Finally took that easel out for an expedition.
Looking at my Faigin Still-Life Atelier first-year portfolio, it strikes me that I’ve become a gimmick artist.
I’ve done gimmicks of unusual perspectives…
…unusual arrangements of ordinary items…
…ordinary arrangements of unusual items…
…hiding acrylics under oil paintings and then revealing parts using solvent…
…a headless painting for selfie-takers…
…household objects arranged like flowers…
…flowers arranged like a face…
…fruit arranged like a face…
…guitars with faces…
…and an animated fighting shrimp jumping into the still-life painting of a wok.
My biggest gimmick so far: A free camera lucida, or virtual projector. Using an invented technique using Zoom and open-source software OBS, I can overlay live video feeds of my canvas onto my still-life setups, and any reference photos to form a single, live, composite video image on a computer monitor. With this approach, I can easily rearrange a still life and immediately see what it will look like against any background image or even on the canvas of a painting in progress. Also, I can use the combined images on the screen to mark the canvas for size and position, which offers a tempting shortcut for doing accurate drawings.
Such labor-saving, time-saving, value-maximizing shortcuts are very much the domain of the gimmick, as described in depth by Sianne Ngai in Theory of the Gimmick: Aesthetic Judgment and Capitalist Form (Cambridge, Mass: Belknap Press, 2020). We react to a gimmick with a combination of repulsion and attraction (as we might with puns), and as Ngai writes, the gimmick’s “unwanted transparency” reveals paradoxes:
The gimmick saves us labor.
The gimmick does not save labor (in fact, it intensifies or even eliminates it).
The gimmick is a device that strikes us as working too hard.
The gimmick is a device that strikes us as working too little.
The gimmick is outdated, backwards.
The gimmick is newfangled, futuristic.
The gimmick makes something about capitalist production transparent.
The gimmick makes something about capitalist production obscure.
Within years, if not sooner, we can expect that my clumsy video compositing technique will be supplanted by AI-powered augmented reality goggles that allow their wearers to generate previously unimaginable images at industrial speed and network scale.
As for visual gimmicks, we don’t have to look hard to find similar examples in the contemporary art world, which is replete with gimmicks of every variety.
Maybe painting’s clever tricks of light and dark and contrast are themselves gimmicks, and if that’s the case, even as a gimmick artist I’m heading in the right direction.
These are the last paintings of My Atelier Year, 2020-2021.
A painting to honor the PPE, disinfectant wipes, and pantry goods that we gathered in March 2020. The “sports drinks” are included as part of the what-if-I-get-sick supplies.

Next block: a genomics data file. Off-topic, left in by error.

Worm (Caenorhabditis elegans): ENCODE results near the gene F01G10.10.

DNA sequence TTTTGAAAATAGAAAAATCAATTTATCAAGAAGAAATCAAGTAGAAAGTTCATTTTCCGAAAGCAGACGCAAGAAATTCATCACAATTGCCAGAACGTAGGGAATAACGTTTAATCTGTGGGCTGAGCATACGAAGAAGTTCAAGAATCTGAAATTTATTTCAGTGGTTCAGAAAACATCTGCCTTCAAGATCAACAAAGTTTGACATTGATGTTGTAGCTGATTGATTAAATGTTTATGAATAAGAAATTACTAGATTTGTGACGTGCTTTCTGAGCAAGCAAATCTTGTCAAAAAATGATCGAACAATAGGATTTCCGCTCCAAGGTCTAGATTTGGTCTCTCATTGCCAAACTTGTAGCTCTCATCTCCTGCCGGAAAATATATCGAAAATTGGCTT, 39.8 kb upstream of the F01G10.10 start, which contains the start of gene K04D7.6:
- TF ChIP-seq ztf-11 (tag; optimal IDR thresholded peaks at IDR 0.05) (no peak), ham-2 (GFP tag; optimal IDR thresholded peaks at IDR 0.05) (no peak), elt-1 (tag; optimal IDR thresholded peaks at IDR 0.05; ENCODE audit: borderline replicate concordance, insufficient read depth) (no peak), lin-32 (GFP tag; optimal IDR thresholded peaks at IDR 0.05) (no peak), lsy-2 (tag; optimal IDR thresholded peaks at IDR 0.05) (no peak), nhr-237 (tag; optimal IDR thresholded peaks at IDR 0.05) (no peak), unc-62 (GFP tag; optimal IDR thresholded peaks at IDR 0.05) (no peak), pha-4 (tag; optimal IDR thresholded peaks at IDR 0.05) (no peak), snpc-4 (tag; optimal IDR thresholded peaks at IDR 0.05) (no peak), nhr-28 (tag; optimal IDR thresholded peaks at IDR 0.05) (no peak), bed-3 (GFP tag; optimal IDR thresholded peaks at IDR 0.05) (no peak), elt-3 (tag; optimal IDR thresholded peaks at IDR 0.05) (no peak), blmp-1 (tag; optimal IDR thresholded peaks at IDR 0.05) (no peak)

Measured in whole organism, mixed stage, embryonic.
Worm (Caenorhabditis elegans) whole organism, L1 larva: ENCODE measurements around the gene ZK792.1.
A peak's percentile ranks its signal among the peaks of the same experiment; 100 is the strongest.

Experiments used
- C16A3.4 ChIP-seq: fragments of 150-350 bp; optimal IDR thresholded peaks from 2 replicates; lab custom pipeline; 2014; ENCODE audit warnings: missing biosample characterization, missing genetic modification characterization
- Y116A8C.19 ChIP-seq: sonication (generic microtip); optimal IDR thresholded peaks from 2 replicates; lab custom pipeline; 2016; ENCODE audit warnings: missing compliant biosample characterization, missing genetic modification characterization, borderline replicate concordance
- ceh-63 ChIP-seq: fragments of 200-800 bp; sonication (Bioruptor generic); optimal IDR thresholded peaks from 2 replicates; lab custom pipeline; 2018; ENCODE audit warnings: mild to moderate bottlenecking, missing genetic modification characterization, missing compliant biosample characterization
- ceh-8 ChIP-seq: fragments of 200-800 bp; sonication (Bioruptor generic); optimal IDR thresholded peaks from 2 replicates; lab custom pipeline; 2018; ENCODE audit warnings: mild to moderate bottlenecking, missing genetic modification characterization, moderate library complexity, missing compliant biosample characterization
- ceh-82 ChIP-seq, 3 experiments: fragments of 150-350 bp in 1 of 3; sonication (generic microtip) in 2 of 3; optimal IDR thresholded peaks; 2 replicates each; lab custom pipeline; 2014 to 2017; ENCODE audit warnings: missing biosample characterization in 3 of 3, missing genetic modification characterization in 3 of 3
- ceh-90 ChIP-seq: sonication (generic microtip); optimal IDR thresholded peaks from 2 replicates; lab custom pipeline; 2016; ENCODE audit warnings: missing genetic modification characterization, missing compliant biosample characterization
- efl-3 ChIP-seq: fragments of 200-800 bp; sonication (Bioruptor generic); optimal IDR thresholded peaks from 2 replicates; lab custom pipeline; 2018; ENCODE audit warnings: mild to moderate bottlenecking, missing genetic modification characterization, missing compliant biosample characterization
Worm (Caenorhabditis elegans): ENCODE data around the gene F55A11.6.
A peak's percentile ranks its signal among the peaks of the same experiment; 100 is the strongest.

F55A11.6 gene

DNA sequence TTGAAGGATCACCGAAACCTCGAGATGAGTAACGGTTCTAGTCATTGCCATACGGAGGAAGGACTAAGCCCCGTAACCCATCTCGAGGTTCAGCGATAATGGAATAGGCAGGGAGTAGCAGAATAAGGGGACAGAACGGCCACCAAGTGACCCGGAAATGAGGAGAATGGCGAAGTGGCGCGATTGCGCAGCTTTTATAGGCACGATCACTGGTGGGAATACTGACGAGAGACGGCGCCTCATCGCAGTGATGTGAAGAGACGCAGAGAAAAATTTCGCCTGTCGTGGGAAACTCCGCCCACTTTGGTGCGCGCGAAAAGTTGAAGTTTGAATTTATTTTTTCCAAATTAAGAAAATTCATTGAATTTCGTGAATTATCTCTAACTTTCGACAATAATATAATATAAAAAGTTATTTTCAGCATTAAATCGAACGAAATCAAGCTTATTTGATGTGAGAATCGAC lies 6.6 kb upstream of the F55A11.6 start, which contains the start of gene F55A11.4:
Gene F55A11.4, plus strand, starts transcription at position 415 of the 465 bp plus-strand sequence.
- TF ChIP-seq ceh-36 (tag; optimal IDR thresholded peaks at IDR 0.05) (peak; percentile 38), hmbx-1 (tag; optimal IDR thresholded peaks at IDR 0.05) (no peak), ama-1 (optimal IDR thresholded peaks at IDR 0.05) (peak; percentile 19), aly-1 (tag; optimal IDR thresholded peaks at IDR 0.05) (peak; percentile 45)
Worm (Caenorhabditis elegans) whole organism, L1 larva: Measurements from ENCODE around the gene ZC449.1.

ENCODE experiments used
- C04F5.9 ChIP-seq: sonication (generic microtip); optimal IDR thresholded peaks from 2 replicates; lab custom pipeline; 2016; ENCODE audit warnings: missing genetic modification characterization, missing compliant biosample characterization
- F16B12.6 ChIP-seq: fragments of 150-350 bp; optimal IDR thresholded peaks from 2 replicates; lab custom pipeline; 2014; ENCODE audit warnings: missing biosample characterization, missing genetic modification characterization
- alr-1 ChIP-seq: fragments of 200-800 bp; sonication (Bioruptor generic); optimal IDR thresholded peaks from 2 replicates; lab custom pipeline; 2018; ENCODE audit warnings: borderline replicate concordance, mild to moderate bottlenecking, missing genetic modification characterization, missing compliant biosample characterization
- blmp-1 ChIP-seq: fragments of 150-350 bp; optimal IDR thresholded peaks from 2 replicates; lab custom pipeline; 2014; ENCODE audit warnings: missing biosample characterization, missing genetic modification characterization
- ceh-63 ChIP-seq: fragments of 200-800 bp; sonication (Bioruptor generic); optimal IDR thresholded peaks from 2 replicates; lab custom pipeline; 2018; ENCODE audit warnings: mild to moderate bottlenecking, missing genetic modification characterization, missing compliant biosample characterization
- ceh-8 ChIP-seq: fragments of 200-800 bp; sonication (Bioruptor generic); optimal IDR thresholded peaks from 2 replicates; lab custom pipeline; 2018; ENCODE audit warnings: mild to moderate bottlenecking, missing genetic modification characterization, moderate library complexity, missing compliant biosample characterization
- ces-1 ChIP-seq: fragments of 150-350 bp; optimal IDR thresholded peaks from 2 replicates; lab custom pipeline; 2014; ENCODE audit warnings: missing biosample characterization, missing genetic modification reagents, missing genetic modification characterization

A classmate asked, “Where’s the toilet paper?” Duly added.
Here’s the familiar Zoom view of the atelier class, the camera view replaced by thumbnail versions of others’ paintings. Except for my self-portrait at the end.
These were done very quickly, about 10-15 minutes per square, and I certainly didn’t do them justice.
For better depictions of my classmates’ wonderful artwork, visit the Gage Academy Faigin Atelier Show while it’s still there.
Also, see Gary Faigin’s exhibit at the Harris/Harvey Gallery in Seattle, now through October 2, 2021.
My sincere thanks to the entire class for helping me to make it through a difficult year with your friendship, dedication to craft, and nurturing atmosphere. Special thanks to Gary Faigin for your patience, candor, and encouragement, along with your permission to write up the class notes, an exercise that reminded me of how much we learned and how far I have to go as a painter.
Thank you for reading!
In addition to having this space to share my latest activity with classmates, friends, and family, I’ve been thrilled to see people from around the world discovering this blog through the WordPress feed. Your virtual presence here has been greatly appreciated.
Stay tuned for plans for the upcoming year!
ivan @ ivantohelpyou.com
Here are three value studies done in vine charcoal on 18″x24″ BFK Rives printmaking paper.
The first is a Kensett seascape. Kensett was among the list of value-shape painters whose work would make a suitable subject for this exercise. I got the shapes right using the camera lucida gimmick.
The second is a Soutine painting of a side of beef. Soutine had an actual blood-soaked side of beef hanging in his studio.
From my very first painting (“The Picnic”), Gary pointed me toward Soutine, a very “loose” painter (as opposed to a “tight” realist) who uses bold colors and textural paint.
Soutine was big in France. He was part of the “Paris School,” a name given to the group of foreign, mostly Jewish, painters who were said to have come to 1920s Paris for its rarified artistic heritage, museums, history, climate, light, and liberty. By way of differentiation, the French-born artists of the time were known as the “French school.”1
You can see Soutine’s works in the United States thanks to Dr. Albert C. Barnes, a Philadelphia art collector who made his money from the antiseptic Argyrol, which was used to prevent and treat STDs and other infections until antibiotics were invented. Barnes bought 52 of his paintings in one purchase, and 21 of them are in the Barnes collection in Philadelphia.
For my Soutine value study, I started the drawing without the gimmick but then I may have used it for some corrections.
I didn’t use the gimmick at all for this value study of a Van Gogh, and the result was my strongest effort for this particular exercise. Just as the year was drawing to a finish, I was able to finish a drawing.